Engine that once hauled logs and sat in a mall parking lot is now an ambassador to Washington’s timber-rich past
Fourteen tons may not sound tiny, but everything is relative. And when visitors to the Mt. Rainier Railroad see the 14-ton Satsop engine and its 80-ton and larger companion locomotives, the word “tiny” does come to mind.
This little engine, the Satsop Railroad #1, was built in June, 1885 by H.K. Porter. It was one of only four standard-gauge Porter 0-4-2T’s built for the logging industry in Washington state, and was the first conventional (rod type) steam locomotive in Mason County.
Before aviation giants, international coffee sirens and global tech companies dominated the economic scene of the Pacific Northwest, the early economic drivers in the region were trains and timber. The Satsop RR #1 is part of that history.
Satsop RR #1 has had an unusual existence since it rolled off of Porter’s erecting floor in 1885. Originally named “Currie,” then later the “C.F. White,” the #1 hauled logs and performed other switching duties for several railroad entities, all of which were components of the Simpson Logging Company.
Satsop RR #1 became the Washington Southern Railroad #1 in 1891, then the Peninsular Railway #1 in 1895, followed by the Shelton Logging Co. #1 in 1899. Three years later, the #1 was once again a Peninsular Railway Co. engine, but was renumbered to #6. Finally, in 1935, the #6 became Simpson Logging Co. #1.
After more than 60 years of service, the Satsop was placed on display at Simpson’s Camp Grisdale, a planned community built for lumberjacks and their families.
The story didn’t end there, as Simpson engineer and prolific live-steam locomotive manufacturer Dave Skagen, together with Bill Parsons, acquired the #1 in 1985. The engine was moved to Parsons’ shop where the boiler was re-tubed.
The #1 was then relocated to Skagen’s shop where the rest of the locomotive was rehabilitated to serviceable condition. Skagen operated the Porter on track built around his property, together with a small, scratch-built “bobber”-style caboose.
In 1995, the Satsop RR #1, caboose and a four-wheel, center-dump ballast car were sold to the SuperMall of the Great Northwest (now the Outlet Collection Seattle) in Auburn, and moved there for display outside the mall’s south entrance.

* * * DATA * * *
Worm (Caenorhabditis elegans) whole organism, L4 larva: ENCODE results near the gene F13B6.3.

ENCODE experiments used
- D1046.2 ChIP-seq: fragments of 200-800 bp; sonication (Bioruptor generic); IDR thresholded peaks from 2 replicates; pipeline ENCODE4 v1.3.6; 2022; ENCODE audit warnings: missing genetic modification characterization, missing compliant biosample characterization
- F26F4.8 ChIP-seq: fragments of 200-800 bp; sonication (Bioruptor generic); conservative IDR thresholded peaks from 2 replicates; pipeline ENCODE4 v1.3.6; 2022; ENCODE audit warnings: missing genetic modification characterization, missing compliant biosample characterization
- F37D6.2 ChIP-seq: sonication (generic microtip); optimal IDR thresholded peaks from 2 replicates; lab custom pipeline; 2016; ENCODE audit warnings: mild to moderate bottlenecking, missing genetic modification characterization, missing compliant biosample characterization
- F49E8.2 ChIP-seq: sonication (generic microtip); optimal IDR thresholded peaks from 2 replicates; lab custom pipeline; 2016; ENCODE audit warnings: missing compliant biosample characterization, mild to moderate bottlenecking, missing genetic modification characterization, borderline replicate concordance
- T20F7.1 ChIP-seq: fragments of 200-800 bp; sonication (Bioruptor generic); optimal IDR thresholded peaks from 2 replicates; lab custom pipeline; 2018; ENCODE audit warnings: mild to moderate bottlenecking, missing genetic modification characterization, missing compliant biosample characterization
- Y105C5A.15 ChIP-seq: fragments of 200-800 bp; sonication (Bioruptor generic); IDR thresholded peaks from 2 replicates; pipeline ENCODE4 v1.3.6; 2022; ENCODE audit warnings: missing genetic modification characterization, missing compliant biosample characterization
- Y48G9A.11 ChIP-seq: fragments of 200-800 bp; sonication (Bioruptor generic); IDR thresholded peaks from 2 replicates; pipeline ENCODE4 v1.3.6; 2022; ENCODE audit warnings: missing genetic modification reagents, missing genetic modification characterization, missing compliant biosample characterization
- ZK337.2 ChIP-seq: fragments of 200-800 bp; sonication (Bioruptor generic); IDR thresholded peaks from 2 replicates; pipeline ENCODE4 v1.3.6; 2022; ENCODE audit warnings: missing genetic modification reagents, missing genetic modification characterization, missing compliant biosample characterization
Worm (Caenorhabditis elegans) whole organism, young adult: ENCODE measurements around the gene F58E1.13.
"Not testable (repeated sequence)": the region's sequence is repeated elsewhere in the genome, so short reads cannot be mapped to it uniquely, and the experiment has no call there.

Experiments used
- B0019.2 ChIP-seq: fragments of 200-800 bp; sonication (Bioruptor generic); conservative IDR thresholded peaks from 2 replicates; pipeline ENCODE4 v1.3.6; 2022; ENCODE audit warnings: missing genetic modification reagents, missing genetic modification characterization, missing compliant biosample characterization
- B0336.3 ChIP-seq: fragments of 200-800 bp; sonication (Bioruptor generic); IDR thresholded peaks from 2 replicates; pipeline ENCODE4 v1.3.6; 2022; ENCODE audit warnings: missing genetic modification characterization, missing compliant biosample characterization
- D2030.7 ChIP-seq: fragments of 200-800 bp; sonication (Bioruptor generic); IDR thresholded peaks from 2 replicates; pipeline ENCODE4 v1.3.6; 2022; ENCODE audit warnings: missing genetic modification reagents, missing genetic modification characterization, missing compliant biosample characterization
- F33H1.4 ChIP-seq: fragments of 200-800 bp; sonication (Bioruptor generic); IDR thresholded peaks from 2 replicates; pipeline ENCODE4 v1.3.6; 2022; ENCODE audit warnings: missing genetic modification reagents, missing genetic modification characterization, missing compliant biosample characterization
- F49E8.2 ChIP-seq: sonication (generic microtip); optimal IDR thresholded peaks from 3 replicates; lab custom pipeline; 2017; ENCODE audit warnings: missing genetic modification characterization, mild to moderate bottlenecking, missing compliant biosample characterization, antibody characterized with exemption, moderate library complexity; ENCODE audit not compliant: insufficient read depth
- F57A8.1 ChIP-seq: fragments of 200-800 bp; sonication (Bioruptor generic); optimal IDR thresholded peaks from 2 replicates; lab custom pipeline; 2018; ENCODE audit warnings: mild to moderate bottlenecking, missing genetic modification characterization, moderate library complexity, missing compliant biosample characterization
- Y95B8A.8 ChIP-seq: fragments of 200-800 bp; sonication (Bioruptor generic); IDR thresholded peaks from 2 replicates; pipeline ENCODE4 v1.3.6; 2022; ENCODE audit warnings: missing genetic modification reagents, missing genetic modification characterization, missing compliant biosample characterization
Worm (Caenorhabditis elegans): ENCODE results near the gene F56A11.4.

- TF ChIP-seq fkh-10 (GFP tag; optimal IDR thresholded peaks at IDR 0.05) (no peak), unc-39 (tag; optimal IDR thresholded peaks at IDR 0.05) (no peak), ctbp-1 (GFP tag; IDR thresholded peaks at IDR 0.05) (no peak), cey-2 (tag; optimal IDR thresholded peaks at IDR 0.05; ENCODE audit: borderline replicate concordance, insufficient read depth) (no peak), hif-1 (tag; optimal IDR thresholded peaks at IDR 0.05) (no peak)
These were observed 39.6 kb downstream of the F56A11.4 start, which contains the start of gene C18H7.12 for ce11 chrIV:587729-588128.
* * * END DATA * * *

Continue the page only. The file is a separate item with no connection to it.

When the SuperMall changed their branding, the little Satsop engine was donated to the Mt. Rainier Scenic Railroad Railroad, founded in 1981 by Tom Murray.
Volunteers poured their hearts into the engine and worked to return it to glory. Now the Satsop is the only engine on display at the museum that guests can climb up into, ring the bell and see what the inside of a cab of a steam locomotive looks like.
Murray recently handed the baton to industry entrepreneur Al Harper and entertainment expert Wayne Rankin. The name was changed to the Mt. Rainier Railroad and Logging Museum. “Preservation of the historic steam train collection and steam train excursions is our priority,” says Rankin.
The Mt. Rainier Railroad operates weekly excursions May through October from the depot in Elbe. The steam trains carry passengers through the forest and over the glacial-fed Upper Nisqually River before arriving at the museum grounds, where passengers can explore the exhibits then ride back to the Elbe depot.
Visitors to the logging museum will see the most comprehensive collection of steam-powered logging locomotives in North America. These engines are testaments to the problem-solving ingenuity required for navigating the challenging terrain of the rural West Coast forests. Imagine the precision machining, done by hand, required to build and operate 80+ tons of steel hauling additional tonnage of timber.
From the tiny 14-ton Satsop to the giant 99-ton Heisler, the House of Gears and Rod House are home to an impressive collection of rare steam engines, and offer a tangible link back to Washington’s early days of trains and timber.
The Mt. Rainier Railroad is a steam-powered railway operating in Washington State. The museum is a nonprofit organization operating under the direction of Western Forest Industries Museum. For more information visit MtRainierRailroad.com or call 888-STEAM-11.